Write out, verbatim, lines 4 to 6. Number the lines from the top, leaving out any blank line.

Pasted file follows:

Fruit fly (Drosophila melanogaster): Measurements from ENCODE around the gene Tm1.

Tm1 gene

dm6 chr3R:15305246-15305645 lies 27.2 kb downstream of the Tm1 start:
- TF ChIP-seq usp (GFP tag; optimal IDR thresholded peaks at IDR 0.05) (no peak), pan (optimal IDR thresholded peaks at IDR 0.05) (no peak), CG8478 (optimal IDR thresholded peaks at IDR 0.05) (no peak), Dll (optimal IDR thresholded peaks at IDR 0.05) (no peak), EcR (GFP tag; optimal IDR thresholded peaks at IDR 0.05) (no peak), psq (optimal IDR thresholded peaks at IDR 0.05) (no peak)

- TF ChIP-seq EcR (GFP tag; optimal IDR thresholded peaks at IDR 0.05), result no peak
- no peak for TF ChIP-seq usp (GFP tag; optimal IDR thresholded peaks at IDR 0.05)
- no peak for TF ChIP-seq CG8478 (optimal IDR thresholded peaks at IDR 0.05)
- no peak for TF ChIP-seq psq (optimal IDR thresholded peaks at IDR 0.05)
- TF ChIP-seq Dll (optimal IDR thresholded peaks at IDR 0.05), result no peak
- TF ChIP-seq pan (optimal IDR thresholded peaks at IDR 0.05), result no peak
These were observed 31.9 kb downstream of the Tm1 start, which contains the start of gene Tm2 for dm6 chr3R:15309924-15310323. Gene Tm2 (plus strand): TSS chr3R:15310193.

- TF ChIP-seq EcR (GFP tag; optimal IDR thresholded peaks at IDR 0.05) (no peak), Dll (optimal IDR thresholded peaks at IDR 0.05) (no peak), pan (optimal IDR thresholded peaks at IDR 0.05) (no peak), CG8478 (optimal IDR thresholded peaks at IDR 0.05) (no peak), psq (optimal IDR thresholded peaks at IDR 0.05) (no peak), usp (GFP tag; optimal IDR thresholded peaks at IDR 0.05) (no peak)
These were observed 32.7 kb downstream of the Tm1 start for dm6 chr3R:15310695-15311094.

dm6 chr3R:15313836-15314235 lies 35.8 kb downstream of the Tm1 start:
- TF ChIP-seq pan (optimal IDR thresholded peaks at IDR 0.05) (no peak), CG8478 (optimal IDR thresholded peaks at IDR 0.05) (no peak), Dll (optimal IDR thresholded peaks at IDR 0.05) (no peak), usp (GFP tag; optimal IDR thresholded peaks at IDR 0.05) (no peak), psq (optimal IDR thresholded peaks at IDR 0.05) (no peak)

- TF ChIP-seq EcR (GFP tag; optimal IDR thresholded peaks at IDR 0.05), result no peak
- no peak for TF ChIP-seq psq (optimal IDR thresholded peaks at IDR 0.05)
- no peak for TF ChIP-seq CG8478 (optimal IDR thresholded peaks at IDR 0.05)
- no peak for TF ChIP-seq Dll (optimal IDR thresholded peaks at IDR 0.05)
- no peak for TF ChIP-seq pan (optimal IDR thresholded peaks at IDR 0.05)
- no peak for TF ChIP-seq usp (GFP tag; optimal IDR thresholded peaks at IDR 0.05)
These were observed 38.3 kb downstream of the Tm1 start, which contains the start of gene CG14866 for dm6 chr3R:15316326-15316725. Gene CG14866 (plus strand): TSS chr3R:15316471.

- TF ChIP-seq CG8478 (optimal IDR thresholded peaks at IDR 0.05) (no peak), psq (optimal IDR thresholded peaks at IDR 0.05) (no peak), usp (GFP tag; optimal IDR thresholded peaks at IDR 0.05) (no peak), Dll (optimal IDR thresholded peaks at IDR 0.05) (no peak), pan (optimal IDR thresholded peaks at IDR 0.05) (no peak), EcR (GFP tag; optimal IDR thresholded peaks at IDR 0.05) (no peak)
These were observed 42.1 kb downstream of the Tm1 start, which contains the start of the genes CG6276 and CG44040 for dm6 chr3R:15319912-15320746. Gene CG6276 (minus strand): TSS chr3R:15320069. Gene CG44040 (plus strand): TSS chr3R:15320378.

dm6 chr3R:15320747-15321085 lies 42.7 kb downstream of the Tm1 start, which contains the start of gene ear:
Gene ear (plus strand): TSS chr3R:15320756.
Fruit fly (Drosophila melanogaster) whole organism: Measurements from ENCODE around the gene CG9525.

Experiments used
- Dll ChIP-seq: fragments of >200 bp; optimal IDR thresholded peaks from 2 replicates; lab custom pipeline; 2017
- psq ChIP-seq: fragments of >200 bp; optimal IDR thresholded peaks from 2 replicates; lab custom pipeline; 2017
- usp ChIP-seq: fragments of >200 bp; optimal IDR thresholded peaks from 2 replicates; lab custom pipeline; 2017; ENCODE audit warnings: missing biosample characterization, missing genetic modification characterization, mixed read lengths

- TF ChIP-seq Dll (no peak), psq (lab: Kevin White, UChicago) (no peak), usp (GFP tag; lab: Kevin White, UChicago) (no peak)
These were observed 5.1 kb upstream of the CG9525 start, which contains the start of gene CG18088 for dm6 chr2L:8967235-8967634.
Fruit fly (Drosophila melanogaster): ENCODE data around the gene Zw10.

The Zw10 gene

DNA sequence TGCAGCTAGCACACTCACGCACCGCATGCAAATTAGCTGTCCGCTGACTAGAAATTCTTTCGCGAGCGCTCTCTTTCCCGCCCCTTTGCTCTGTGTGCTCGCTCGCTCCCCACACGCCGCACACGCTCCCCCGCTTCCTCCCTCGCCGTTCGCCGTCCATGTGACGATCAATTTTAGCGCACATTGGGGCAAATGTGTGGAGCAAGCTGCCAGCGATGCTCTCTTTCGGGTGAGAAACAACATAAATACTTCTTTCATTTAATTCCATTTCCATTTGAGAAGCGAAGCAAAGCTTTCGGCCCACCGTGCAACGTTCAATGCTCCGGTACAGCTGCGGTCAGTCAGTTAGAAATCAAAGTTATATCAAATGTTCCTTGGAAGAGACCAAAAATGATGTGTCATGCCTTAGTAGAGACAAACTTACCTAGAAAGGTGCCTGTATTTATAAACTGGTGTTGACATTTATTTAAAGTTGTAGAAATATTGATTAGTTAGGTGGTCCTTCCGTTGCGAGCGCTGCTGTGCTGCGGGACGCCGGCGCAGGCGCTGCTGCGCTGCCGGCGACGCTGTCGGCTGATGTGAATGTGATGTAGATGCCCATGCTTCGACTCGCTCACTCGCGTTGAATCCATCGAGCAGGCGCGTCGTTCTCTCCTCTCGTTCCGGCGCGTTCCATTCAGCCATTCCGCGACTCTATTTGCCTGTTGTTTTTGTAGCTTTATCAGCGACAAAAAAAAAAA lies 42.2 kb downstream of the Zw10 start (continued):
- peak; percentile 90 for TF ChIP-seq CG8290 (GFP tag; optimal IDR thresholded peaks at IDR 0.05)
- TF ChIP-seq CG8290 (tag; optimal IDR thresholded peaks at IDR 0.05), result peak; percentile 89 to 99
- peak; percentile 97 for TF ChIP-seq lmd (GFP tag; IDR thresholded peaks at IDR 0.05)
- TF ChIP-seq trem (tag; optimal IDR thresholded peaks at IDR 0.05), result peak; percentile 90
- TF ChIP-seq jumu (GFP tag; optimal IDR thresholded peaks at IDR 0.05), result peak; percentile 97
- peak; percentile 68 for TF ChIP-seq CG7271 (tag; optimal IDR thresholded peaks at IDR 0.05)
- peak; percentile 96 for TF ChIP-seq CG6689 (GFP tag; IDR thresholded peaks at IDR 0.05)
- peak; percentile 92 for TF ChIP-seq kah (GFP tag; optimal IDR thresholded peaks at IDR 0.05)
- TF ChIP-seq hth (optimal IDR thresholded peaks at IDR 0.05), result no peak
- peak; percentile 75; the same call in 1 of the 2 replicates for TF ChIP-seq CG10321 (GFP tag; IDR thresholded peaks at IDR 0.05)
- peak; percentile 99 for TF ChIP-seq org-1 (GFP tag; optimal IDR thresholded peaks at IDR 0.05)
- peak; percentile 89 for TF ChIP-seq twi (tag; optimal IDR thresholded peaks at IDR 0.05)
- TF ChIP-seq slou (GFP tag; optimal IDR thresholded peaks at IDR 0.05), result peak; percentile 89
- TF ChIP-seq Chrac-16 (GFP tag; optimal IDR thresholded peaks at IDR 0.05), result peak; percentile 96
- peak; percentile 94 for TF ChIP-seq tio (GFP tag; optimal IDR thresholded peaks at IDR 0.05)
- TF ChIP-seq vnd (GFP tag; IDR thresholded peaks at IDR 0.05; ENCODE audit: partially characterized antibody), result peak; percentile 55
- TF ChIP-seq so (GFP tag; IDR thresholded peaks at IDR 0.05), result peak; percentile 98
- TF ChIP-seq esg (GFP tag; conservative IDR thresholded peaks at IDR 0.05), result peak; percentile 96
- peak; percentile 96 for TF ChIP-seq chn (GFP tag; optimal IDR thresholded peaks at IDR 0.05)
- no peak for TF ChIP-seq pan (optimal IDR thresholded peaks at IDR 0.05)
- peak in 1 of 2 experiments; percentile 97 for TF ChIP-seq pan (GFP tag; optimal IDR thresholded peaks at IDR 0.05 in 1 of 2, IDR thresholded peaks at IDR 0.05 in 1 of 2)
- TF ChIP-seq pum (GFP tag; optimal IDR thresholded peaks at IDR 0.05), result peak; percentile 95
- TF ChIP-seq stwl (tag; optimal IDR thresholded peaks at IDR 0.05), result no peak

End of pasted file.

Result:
- TF ChIP-seq usp (GFP tag; optimal IDR thresholded peaks at IDR 0.05) (no peak), pan (optimal IDR thresholded peaks at IDR 0.05) (no peak), CG8478 (optimal IDR thresholded peaks at IDR 0.05) (no peak), Dll (optimal IDR thresholded peaks at IDR 0.05) (no peak), EcR (GFP tag; optimal IDR thresholded peaks at IDR 0.05) (no peak), psq (optimal IDR thresholded peaks at IDR 0.05) (no peak)

- TF ChIP-seq EcR (GFP tag; optimal IDR thresholded peaks at IDR 0.05), result no peak
- no peak for TF ChIP-seq usp (GFP tag; optimal IDR thresholded peaks at IDR 0.05)